# Ngô Quốc Anh

## August 16, 2010

### The Moser-Trudinger inequality for domains with holes

Filed under: PDEs — Tags: — Ngô Quốc Anh @ 2:42

In this entry, we are interested in the following result

Theorem (Moser-Trudinger’s inequality for domains with holes). Let $\Omega$ be a bounded smooth domain in $\mathbb R^2$. Let $S_1$ and $S_2$ be two subsets of $\overline \Omega$ satisfying ${\rm dist}(S_1,S_2) \geqslant \delta_0>0$

and let $\gamma_0$ be a number satisfying $\gamma_0 \in \left(0,\frac{1}{2}\right)$. Then for any $\varepsilon>0$, there exists a constant $c=c(\varepsilon, \delta_0, \gamma_0)>0$ such that $\displaystyle\int_\Omega {{e^u}} \leqslant C\exp \left[ {\frac{1}{{32\pi - \varepsilon }}\int_\Omega {{{\left| {\nabla u} \right|}^2}} + C} \right]$

holds for all $u \in H_0^1(\Omega)$ satisfying $\displaystyle\frac{{\int_{{S_1}} {{e^u}} }}{{\int_\Omega {{e^u}} }} \geqslant {\gamma _0}, \quad \frac{{\int_{{S_2}} {{e^u}} }}{{\int_\Omega {{e^u}} }} \geqslant {\gamma _0}$.

Proof. Let $g_1$ and $g_2$ be two smooth functions such that $1 \geqslant g_i \geqslant 0, \quad g_i(x) \equiv 1 \quad \text{ for all } x \in \Omega_i, \quad i=1,2,$

and ${\rm supp}g_1 \cap {\rm supp}g_2 = \emptyset$.

It suffices to show that for all $u \in H_0^1(\Omega)$ with $\displaystyle \int_\Omega u=0$

we have $\displaystyle\int_\Omega {{e^u}} \leqslant C\exp \left[ {\frac{1}{{32\pi - \varepsilon }}\int_\Omega {{{\left| {\nabla u} \right|}^2}} } \right]$.

There are two possible cases

Case 1. If $\displaystyle\int_\Omega {{{\left| {\nabla ({g_1}u)} \right|}^2}} \leqslant \int_\Omega {{{\left| {\nabla ({g_2}u)} \right|}^2}}$

then by our hypothesis $\displaystyle\int_\Omega {{e^u}} \leqslant \frac{1}{{{\gamma _0}}}\int_{{S_1}} {{e^u}} \leqslant \frac{1}{{{\gamma _0}}}\int_\Omega {{e^{{g_1}u}}}$.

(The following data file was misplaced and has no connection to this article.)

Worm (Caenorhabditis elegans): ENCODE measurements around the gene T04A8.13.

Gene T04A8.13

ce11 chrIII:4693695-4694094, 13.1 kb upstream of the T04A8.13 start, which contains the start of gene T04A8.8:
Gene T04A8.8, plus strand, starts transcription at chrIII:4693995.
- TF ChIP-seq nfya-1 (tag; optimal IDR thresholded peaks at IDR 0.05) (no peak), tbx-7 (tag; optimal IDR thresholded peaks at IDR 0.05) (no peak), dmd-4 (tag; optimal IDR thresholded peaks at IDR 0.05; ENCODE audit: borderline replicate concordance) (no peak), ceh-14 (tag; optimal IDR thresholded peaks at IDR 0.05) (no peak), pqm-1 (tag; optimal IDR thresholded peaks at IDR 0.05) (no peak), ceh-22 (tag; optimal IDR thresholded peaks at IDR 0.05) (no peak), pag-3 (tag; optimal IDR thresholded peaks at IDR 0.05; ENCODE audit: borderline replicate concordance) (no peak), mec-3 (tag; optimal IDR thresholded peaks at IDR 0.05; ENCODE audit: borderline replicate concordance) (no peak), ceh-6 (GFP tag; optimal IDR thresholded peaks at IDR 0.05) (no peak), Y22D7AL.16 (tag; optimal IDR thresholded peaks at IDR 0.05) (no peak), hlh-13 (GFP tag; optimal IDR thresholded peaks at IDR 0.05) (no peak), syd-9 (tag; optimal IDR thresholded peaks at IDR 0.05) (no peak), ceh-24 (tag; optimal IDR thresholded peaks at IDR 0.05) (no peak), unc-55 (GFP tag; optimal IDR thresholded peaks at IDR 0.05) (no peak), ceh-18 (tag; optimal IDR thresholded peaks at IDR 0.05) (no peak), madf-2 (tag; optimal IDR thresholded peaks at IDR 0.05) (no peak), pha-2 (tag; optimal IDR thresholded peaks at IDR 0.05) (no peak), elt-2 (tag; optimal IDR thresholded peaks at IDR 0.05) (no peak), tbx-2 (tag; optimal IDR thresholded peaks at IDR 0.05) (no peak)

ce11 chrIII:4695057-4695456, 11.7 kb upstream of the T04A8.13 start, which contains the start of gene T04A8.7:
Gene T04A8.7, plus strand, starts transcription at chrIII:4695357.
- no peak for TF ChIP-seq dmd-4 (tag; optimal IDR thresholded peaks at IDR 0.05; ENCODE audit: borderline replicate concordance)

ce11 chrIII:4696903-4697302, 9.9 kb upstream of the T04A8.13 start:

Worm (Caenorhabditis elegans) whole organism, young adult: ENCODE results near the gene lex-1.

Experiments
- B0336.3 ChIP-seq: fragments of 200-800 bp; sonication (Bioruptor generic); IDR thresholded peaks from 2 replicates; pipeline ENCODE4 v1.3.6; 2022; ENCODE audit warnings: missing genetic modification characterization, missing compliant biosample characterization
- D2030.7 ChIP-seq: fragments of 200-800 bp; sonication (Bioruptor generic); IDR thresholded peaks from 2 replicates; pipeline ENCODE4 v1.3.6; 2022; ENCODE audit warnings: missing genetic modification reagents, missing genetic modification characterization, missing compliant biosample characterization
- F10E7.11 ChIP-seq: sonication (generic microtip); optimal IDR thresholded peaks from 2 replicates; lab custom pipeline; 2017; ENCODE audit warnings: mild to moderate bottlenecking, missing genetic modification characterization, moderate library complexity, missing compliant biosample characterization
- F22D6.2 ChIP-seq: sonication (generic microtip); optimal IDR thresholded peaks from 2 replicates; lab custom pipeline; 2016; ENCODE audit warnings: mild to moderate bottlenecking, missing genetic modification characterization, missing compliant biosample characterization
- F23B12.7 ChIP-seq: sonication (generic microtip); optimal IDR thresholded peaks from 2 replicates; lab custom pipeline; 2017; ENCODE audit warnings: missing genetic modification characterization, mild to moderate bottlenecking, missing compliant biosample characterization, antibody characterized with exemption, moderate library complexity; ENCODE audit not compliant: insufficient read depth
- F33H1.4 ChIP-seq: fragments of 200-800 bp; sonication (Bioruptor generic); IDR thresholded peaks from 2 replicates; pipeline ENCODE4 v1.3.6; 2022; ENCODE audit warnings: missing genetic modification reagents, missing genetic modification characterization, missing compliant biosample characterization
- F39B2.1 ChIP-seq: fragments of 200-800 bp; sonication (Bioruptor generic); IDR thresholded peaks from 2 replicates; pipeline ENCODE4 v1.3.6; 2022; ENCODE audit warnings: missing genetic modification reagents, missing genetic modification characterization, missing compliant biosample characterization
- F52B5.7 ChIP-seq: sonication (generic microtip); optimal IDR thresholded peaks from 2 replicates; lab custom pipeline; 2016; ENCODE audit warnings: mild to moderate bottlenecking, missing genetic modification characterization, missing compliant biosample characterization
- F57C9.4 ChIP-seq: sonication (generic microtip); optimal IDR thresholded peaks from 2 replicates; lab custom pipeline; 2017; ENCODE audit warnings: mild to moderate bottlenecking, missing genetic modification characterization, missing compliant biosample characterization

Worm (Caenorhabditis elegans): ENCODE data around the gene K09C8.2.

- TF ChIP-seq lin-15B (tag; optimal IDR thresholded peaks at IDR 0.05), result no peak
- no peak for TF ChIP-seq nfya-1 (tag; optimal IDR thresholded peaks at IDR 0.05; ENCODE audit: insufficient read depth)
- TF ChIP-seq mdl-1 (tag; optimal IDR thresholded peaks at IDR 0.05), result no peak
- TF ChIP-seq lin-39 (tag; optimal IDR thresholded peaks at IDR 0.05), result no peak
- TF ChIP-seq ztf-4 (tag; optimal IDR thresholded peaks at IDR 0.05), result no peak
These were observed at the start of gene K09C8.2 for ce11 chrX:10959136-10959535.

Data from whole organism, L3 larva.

It follows from the original Moser-Trudinger inequality that $\displaystyle\int_\Omega {{e^{{g_1}u}}} \leqslant c\exp \left[ {\frac{1}{{32\pi }}\int_\Omega {{{\left| {\nabla ({g_1}u)} \right|}^2}} + \overline {{g_1}u} } \right]$.

Precisely, from $\displaystyle {g_1}u - \overline {{g_1}u} \leqslant 4\pi \frac{{{g_1}u - \overline {{g_1}u} }}{{\int_\Omega {{{\left| {\nabla ({g_1}u)} \right|}^2}} }} + \frac{1}{{16\pi }}\int_\Omega {{{\left| {\nabla ({g_1}u)} \right|}^2}}$

we have $\displaystyle\int_\Omega {{e^{{g_1}u - \overline {{g_1}u} }}} \leqslant \exp \left[ {\frac{1}{{32\pi }}\int_\Omega {{{\left| {\nabla ({g_1}u)} \right|}^2}} } \right]\int_\Omega {\exp \left( {4\pi \frac{{{g_1}u - \overline {{g_1}u} }}{{\int_\Omega {{{\left| {\nabla ({g_1}u)} \right|}^2}} }}} \right)} \leqslant c\exp \left[ {\frac{1}{{16\pi }}\int_\Omega {{{\left| {\nabla ({g_1}u)} \right|}^2}} } \right]$.

Thus $\displaystyle\begin{gathered} \int_\Omega {{e^u}} \leqslant \frac{c}{{{\gamma _0}}}\exp \left[ {\frac{1}{{32\pi }}\int_\Omega {{{\left| {\nabla ({g_1}u)} \right|}^2}} + \overline {{g_1}u} } \right] \hfill \\ \qquad\leqslant \frac{c}{{{\gamma _0}}}\exp \left[ {\frac{1}{{32\pi }}\int_\Omega {{{\left| {\nabla ({g_1}u + {g_2}u)} \right|}^2}} + \overline {{g_1}u} } \right] \hfill \\ \qquad\leqslant \frac{{c(\varepsilon )}}{{{\gamma _0}}}\exp \left[ {\frac{1}{{32\pi - \varepsilon }}\int_\Omega {{{\left| {\nabla u} \right|}^2}} + {c_1}(\varepsilon )\int_\Omega {{{\left| u \right|}^2}} } \right] \hfill \\ \end{gathered}$

In order to get rid of the term $\|u\|_2$ on the right hand side of the above inequality, we employ the condition $\int_\Omega u=0$.

Given any $\eta>0$, choose $a$ such that ${\rm meas}\{x \in \Omega: u(x) \geqslant a\}=\eta$.

We then have $\displaystyle\int_\Omega {{e^u}} \leqslant {e^a}\int_\Omega {{e^{u - a}}} \leqslant {e^a}\int_\Omega {{e^{{{(u - a)}^ + }}}} \leqslant C\exp \left[ {\frac{1}{{32\pi - \varepsilon }}\int_\Omega {{{\left| {\nabla u} \right|}^2}} + {c_1}(\varepsilon )\int_\Omega {{{\left| {{{(u - a)}^ + }} \right|}^2}} + a} \right]$.

By the Sobolev inequality, $\displaystyle\int_\Omega {{{\left| {{{(u - a)}^ + }} \right|}^2}} \leqslant \sqrt \eta \sqrt {\int_\Omega {{{\left| {{{(u - a)}^ + }} \right|}^4}} } \leqslant c\sqrt \eta \int_\Omega {{{\left| {\nabla u} \right|}^2}}$.